If you're just looking for a red gemstone, there are plenty of options. Two in particular stand out as excellent, durable, cheaper alternatives to ruby.
First is red spinel. These natural red gems can reach the same pure, bright red hues as ruby, but at a fraction of the price. In fact, they're such a good imitation that the Black Prince's Ruby in the British crown is actually a spinel. They're durable and rare, too, making them a great alternative to rubies in an engagement ring. Take a look at our spinel buying guide for more information.
If spinels fall just outside your budget, try searching for a red or hot pink tourmaline. These stones are also durable, but they're common enough that prices stay low. In addition, tourmaline is one of the October birthstones, making it easy to find at any store. Our rubellite buying guide has more information on choosing red and pink tourmaline.
Ring Settings for Rubies
Since durability isn't an issue, you're free to create any design you can imagine for your ruby engagement ring. Bringing the stone high off the finger gives it more light, making it scintillate and show its best color. © CustomMade. Used with permission.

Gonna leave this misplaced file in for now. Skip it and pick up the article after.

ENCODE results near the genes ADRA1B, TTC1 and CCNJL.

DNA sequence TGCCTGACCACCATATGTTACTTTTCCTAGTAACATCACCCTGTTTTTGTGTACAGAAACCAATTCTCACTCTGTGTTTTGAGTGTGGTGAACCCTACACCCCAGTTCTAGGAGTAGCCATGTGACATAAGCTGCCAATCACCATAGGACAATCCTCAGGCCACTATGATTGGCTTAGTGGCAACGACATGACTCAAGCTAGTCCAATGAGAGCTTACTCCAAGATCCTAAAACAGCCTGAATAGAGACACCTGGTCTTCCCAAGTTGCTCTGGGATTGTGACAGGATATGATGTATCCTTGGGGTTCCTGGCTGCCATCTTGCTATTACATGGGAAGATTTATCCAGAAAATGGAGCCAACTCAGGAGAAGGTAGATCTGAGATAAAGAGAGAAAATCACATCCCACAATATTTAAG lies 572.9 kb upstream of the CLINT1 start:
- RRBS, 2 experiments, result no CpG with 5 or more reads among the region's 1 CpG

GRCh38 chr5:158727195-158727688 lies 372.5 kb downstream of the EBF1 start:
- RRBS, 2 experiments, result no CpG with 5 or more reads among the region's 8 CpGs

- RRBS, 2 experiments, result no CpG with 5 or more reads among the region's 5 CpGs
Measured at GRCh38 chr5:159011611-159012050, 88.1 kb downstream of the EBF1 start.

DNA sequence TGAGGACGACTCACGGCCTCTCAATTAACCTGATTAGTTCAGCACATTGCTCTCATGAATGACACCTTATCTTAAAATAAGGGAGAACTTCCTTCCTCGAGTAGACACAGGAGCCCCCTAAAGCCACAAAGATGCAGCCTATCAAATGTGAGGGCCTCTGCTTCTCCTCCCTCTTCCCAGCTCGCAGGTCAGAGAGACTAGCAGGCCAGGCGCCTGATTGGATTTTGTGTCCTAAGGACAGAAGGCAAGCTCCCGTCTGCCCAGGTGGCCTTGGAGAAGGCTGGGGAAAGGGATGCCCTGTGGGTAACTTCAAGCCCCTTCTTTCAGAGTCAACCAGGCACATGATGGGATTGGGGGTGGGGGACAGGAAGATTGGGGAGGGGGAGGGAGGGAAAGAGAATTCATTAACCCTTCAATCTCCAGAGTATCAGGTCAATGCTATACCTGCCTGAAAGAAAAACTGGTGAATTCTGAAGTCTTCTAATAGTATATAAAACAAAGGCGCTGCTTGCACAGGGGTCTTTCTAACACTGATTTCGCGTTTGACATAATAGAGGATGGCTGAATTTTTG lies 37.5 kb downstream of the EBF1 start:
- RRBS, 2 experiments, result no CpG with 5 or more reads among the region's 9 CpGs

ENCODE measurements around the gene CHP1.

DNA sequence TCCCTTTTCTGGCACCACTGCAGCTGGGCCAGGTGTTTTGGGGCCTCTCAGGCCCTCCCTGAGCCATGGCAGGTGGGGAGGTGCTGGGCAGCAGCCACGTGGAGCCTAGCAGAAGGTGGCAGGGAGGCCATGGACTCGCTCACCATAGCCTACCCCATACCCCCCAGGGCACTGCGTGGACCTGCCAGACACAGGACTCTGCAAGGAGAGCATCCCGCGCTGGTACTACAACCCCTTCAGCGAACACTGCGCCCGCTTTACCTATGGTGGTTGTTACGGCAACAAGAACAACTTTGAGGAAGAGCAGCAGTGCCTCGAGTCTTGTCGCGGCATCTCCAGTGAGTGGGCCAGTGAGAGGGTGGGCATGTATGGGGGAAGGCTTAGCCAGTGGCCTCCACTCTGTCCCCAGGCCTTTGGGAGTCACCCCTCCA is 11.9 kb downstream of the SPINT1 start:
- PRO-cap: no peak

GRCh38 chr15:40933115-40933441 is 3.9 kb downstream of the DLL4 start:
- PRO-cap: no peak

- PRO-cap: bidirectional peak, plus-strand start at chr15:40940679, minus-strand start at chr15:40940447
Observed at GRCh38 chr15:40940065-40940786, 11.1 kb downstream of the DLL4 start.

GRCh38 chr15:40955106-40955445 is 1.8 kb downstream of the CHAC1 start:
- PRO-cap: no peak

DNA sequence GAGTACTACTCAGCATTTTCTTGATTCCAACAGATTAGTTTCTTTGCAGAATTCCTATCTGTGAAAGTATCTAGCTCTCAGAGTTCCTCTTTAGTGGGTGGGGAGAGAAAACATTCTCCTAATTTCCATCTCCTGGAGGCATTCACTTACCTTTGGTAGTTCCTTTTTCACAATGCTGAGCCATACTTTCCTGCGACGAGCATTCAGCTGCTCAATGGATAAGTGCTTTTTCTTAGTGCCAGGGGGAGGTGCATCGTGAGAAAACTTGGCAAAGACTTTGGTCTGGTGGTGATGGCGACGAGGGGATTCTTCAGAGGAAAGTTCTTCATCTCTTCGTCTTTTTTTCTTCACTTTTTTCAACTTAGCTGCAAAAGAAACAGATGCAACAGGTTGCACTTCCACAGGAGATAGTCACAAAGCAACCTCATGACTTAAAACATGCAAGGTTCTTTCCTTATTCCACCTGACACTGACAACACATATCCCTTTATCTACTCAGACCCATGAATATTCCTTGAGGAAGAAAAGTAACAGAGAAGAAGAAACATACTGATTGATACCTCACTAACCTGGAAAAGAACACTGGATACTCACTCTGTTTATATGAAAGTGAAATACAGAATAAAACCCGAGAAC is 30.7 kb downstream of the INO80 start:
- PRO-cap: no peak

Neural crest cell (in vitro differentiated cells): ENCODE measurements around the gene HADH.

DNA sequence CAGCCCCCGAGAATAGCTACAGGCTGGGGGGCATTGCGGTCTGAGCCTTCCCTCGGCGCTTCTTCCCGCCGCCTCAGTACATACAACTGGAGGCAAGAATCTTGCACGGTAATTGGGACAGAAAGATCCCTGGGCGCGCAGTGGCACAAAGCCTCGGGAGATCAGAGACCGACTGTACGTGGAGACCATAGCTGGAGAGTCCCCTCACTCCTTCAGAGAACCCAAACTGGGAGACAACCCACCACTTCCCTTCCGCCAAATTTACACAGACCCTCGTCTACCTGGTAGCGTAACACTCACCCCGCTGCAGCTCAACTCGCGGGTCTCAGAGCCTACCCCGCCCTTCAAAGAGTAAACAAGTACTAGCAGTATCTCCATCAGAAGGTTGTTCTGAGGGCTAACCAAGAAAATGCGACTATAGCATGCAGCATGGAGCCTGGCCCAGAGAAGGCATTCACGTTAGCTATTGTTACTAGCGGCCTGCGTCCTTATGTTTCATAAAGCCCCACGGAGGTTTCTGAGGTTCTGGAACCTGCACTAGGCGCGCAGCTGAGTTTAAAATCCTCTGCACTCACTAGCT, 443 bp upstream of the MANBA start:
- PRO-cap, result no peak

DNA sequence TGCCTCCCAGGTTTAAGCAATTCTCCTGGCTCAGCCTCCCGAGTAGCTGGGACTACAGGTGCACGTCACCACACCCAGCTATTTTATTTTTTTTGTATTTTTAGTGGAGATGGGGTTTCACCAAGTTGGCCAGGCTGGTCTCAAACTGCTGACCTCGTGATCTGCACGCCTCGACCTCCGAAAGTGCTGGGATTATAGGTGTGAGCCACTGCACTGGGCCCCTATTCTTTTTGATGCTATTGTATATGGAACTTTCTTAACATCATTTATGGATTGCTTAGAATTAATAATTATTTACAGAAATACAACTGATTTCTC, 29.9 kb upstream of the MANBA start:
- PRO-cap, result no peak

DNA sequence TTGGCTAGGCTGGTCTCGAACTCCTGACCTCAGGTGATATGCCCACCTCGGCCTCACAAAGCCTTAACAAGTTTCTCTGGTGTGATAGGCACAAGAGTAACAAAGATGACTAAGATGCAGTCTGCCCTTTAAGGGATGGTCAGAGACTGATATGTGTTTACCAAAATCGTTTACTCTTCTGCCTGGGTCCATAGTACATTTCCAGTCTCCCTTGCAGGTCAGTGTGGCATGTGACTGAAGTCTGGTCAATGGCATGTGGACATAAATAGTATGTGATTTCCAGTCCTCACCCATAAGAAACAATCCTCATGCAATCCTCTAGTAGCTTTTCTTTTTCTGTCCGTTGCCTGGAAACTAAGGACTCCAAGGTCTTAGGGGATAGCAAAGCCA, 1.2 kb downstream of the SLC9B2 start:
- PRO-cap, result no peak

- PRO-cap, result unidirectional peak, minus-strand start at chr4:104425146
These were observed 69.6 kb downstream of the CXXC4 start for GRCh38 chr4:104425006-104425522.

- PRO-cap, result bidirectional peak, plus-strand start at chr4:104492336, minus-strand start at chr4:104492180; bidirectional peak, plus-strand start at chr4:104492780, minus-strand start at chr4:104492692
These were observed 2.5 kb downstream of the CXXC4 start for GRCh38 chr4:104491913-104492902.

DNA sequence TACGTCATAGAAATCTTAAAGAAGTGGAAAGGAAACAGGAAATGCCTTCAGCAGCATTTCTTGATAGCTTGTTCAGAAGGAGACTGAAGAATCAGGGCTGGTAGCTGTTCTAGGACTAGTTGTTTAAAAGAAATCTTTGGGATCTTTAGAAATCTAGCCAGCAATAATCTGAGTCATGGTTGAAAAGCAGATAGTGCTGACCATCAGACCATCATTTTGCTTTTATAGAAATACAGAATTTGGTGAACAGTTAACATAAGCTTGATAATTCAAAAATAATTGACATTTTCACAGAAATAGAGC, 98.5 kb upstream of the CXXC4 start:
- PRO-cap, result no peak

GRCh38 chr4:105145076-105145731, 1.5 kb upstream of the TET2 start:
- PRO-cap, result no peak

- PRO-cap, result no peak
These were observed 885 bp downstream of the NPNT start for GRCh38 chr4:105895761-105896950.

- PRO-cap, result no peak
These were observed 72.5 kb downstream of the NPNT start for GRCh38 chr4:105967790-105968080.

While some like the cool look of platinum or white gold with their ruby, many like to set rubies in yellow gold to bring out the stone's warmth. Remember, you could always pair a yellow gold setting with a white gold band for the best of both worlds.
Caring for Your Ruby Engagement Ring
The level of care that rubies require depends greatly on their treatments. Untreated rubies and heat-treated rubies are both stable and durable. These gems, as well as lattice-diffused rubies, are fairly resistant to heat, light, and most chemicals. They can be cleaned in ultrasonic and steam cleaning systems.
Mild acids can damage fracture-filled or dyed rubies. Clean these gems with damp cloths only. Boric acid can damage any type of ruby, so keep your ring away from any solutions that contain it.
Lattice-diffused stones usually only have a shallow layer of color. Scratches or re-polishing can easily remove it. Treat these stones very carefully or their inner color will show through, giving them a messy look.
A geologist, environmental engineer and Caltech graduate, Addison’s interest in the mesmerizing and beautiful results of earth’s geological processes began in her elementary school’s environmental club. When she isn’t writing about gems and minerals, Addison spends winters studying ancient climates in Iceland and summers hiking the Colorado Rockies.